Last weekend's Halloween celebration on State Street was the most peaceful in five years - which ironically will make it, for Madison taxpayers, more expensive.
This year's contingent of 300 Madison police officers was about the same as last year. The price tag then, tabulated in February, was $376,900. Other law enforcement agencies, from the State Patrol to the Capitol Police, spent a roughly equivalent amount.
MPD spokesman Joel Despain says about $195,000 of last year's tab represent fixed costs that would have been incurred whether or not tens of thousands of revelers took to the streets. And about $130,000 of this tally was overtime, a category for which there "could be a dramatic reduction" this year, due to scheduling changes.
But it's unclear whether the savings will be great enough to offset a certain decline in revenue.
Last year, the city was able to pocket about half of the $163,000 in post-tax receipts from ticket sales, with the rest split among the other entities that provided police.
This year, the city contracted with Frank Productions to sell tickets. The payment formula is complex, but Frank will get about 40% of the $195,000 collected, after taxes and other costs. Then the city will split whatever's left with the other entities.
The end result: Less moola than last year.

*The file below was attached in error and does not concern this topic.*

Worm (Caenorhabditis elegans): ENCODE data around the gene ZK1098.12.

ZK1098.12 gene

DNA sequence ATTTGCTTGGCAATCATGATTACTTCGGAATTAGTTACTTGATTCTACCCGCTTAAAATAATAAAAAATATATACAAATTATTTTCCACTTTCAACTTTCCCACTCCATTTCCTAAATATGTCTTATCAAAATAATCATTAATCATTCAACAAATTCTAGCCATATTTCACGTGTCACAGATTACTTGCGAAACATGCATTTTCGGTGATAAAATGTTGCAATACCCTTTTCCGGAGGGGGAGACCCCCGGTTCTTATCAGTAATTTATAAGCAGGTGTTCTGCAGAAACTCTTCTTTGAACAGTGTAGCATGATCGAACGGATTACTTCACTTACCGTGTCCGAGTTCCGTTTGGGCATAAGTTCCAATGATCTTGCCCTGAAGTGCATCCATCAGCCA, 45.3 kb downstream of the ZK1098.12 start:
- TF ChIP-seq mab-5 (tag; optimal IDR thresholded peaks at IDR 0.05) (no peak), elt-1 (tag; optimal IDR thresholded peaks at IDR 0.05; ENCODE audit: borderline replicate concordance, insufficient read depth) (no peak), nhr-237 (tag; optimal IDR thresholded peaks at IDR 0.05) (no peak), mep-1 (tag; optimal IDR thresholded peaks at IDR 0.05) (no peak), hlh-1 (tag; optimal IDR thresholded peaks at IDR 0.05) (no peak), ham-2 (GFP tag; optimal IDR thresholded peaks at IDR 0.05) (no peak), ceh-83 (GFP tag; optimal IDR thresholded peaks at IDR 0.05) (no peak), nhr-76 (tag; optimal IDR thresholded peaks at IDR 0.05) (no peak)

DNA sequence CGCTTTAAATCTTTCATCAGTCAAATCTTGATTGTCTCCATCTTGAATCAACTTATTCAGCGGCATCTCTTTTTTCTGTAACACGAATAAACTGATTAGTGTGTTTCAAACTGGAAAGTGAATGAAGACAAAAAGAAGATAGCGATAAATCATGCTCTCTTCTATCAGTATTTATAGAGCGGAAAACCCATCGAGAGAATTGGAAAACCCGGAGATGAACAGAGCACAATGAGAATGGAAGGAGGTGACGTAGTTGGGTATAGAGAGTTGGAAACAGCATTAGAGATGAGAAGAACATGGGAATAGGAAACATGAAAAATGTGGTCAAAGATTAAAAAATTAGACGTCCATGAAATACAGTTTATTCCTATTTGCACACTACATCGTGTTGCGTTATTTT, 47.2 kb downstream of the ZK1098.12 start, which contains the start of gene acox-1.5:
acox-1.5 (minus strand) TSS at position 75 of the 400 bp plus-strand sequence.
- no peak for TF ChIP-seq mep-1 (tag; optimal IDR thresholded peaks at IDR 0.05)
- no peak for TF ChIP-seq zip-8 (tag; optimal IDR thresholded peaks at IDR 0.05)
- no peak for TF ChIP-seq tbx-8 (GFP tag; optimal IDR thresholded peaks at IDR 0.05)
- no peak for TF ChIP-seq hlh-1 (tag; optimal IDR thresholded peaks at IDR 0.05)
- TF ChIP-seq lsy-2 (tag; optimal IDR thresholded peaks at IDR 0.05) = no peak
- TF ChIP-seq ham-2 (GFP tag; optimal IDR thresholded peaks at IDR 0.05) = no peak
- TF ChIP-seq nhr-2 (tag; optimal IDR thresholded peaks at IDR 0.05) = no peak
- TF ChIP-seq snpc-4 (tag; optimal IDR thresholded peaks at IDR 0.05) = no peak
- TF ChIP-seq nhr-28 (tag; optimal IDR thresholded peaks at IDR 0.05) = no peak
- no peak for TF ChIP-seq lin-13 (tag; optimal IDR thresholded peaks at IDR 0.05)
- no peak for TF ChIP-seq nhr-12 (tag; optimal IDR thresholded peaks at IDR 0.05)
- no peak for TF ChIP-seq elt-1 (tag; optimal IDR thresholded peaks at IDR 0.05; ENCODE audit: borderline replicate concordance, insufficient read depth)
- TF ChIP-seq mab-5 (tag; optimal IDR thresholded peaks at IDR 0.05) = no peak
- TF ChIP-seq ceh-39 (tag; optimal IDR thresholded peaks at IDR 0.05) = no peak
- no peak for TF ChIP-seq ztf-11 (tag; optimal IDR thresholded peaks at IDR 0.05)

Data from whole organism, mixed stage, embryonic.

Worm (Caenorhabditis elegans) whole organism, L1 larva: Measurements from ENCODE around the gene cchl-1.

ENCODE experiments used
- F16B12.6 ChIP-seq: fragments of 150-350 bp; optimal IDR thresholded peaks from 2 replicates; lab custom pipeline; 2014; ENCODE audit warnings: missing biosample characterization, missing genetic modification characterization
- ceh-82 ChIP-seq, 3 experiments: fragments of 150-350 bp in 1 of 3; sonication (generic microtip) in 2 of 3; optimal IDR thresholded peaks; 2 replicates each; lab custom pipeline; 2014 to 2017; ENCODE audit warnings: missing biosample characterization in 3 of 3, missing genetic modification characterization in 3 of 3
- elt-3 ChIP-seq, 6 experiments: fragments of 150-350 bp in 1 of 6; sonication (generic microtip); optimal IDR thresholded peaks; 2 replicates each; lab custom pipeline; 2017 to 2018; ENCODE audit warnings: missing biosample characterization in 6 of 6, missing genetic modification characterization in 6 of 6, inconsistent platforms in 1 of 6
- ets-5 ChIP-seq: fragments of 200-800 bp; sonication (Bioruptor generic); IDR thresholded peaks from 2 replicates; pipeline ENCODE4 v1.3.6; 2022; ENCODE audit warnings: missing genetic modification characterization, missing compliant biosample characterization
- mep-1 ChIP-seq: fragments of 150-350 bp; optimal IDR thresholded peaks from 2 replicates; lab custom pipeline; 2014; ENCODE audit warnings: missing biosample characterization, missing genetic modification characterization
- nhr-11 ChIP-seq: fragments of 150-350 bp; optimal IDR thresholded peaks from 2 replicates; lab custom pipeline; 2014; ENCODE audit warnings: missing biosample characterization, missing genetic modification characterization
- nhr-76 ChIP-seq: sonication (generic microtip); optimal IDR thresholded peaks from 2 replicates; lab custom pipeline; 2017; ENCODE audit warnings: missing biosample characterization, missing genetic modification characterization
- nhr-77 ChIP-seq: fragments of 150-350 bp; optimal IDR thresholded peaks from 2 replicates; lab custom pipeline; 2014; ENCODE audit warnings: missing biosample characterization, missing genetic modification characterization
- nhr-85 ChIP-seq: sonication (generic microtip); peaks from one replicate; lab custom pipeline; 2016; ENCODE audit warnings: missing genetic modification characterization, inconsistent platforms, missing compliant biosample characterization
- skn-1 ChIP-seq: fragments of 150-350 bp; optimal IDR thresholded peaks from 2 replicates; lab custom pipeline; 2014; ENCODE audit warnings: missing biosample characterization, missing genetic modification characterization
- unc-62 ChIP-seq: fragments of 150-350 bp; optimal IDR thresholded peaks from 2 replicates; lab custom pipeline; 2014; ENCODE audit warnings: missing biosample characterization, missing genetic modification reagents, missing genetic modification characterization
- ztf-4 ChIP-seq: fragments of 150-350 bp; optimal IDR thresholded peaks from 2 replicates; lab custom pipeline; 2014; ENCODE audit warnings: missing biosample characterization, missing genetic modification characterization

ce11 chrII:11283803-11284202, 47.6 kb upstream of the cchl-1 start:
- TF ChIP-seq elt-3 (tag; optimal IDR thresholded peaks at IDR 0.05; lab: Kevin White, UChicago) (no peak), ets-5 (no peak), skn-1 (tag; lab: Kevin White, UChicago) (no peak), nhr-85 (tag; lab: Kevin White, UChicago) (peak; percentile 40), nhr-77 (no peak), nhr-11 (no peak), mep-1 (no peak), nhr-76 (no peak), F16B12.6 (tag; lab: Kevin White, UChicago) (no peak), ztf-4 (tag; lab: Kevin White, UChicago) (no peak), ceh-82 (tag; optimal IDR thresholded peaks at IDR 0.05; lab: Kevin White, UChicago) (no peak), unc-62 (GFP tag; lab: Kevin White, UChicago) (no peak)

But the biggest Halloween moneymakers are the kind that cost much more than $5 or $7. In 2005, the city recovered much of its policing costs by issuing 702 citations, for a total of $176,606 in fines. (City Attorney Michael May has said the "vast majority" of people cited do pay because, otherwise, "the judgment follows them around and attaches to their driver's license.")
In 2006, the first year the city tried to calm the event by reinventing it as Freakfest, this fell to 342 citations for $94,344.
This year, according to an MPD report (see this story at TheDailyPage.com), there were just 247 citations, for a total of $63,551 in fines.
Mayor Dave Cieslewicz is not too concerned. "The most important thing is to deliver a safe event, which we've done for two years in a row," he told an Isthmus reporter in the wee morning hours at this year's event. "Now we can look at the costs going forward, and also increasing what we can bring in via revenues."